The positive message of problem solving is by far the most dominant. I have highlighted just one example, but there are many others woven throughout the film. This is a life skill that successful leaders must possess, according to analysis done by Jack Zenger and Joseph Folkman published in the Harvard Business Review. Creativity, hard work and perseverance are all components of problem solving that were demonstrated in the movie. This message was effectively delivered and generates an all things are possible message. Even when faced with adversity, there is always a solution to be found.

In selecting a negative implicit message that can be found in The Sandlot, the stepfather and stepson relationship between Scotty and Bill is the best example. Scotty’s mother and Bill have been married for a year, yet Scotty and Bill’s relationship is distant. Every time Scotty addresses Bill, he stutters and stammers. Bill either ignores him or gives Scotty a curt response. In their new house, Bill has a trophy room, and it is strictly off limits to Scotty.  Having just met the sandlot boys, Scotty wants Bill to show him how to catch and throw, but his meek requests go unfulfilled. Not until his mother steps in, is Bill willing to give him a lesson. That doesn’t go well at all because Scotty is terrible at baseball. The audience can see Bill roll his eyes, sigh and show annoyance at Scotty’s ineptitude. Interestingly enough, as Scotty hones his baseball skills through practice with the sandlot gang, his newly acquired ability makes Scotty attractive to his stepdad who then accepts him because he has become a “jock”.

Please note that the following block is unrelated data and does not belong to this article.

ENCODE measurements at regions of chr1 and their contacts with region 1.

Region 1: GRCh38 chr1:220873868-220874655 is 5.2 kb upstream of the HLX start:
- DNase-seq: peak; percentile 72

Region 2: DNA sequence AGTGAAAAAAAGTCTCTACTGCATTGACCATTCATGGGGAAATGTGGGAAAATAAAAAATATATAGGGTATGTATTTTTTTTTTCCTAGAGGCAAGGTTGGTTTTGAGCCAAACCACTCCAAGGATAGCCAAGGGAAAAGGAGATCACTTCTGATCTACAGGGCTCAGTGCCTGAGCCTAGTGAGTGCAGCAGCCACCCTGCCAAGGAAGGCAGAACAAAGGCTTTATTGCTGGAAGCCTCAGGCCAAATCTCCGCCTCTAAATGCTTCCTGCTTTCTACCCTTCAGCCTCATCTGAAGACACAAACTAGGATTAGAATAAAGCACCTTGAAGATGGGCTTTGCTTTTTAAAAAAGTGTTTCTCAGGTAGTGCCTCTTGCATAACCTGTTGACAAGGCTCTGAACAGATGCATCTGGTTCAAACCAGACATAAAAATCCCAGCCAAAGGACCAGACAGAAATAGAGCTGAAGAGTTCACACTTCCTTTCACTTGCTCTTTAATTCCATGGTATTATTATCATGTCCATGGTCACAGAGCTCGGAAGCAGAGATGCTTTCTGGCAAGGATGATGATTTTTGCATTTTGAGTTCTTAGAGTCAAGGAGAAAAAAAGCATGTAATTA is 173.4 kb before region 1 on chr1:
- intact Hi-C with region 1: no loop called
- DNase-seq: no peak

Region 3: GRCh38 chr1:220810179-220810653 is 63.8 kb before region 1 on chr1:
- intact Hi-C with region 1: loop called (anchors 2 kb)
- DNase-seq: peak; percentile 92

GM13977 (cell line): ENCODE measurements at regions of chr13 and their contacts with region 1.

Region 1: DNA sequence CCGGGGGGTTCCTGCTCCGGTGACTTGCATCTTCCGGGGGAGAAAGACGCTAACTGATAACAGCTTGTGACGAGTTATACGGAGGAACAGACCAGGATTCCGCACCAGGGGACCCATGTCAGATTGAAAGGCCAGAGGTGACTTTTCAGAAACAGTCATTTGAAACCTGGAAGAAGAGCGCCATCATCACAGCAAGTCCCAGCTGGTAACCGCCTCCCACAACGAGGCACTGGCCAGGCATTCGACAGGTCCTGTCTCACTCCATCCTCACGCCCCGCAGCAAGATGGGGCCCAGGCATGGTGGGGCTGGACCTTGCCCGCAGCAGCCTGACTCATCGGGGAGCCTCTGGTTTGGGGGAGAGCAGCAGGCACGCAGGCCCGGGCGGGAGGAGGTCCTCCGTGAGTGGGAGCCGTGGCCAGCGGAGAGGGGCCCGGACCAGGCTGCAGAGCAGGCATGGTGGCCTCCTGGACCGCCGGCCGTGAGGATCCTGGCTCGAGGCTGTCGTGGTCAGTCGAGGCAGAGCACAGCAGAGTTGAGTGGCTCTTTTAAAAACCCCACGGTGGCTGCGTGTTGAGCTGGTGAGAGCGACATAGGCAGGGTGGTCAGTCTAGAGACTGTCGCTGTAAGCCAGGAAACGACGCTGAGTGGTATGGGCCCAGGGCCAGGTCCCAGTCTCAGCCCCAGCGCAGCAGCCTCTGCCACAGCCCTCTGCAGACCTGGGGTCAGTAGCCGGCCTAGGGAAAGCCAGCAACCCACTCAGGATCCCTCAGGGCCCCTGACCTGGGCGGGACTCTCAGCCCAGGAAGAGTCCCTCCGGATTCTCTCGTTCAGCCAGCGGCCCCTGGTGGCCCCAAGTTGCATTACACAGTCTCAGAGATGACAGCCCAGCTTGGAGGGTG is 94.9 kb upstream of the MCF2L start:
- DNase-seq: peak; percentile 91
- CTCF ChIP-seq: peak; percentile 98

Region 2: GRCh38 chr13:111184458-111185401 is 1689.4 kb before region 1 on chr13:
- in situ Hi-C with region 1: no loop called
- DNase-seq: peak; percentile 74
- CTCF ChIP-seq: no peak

The implicit negative stepfather stepson relationship is well delivered, much in part to the performance of actor Denis Leary whose bread and butter has been to play intolerant, flippant sarcastic roles. As a stepdad, he delivers a believable performance as a self-centered, self-consumed king of his castle character. The reason that this relationship is not the dominant implicit message is that the audience sees it as a work in progress. This is reinforced by the bonding between the two as Scotty demonstrates his new found athletic prowess. Interestingly, what was once a negative implicit message at the beginning of the movie, actually turns into a problem solving success for Scotty. His hard work to become good at baseball provides an area of interest and commonality between the two of them.

The Sandlot is a humorous movie about the escapades of a group of preteens and their love of baseball. Upon close analysis, implicit messages can be identified. Of these, the positive message of problem solving is the most dominant, as it is woven throughout the film. With its real life implications for success, if mastered, this is a valuable message for young people to be exposed to. The Sandlot does this well. Of less emphasis and importance to the film, a negative implicit message concerning stepfather and stepson relationships can be observed. In its delivery and coverage of these implicit messages, this film hits a grand slam and is most deserving of a five star rating.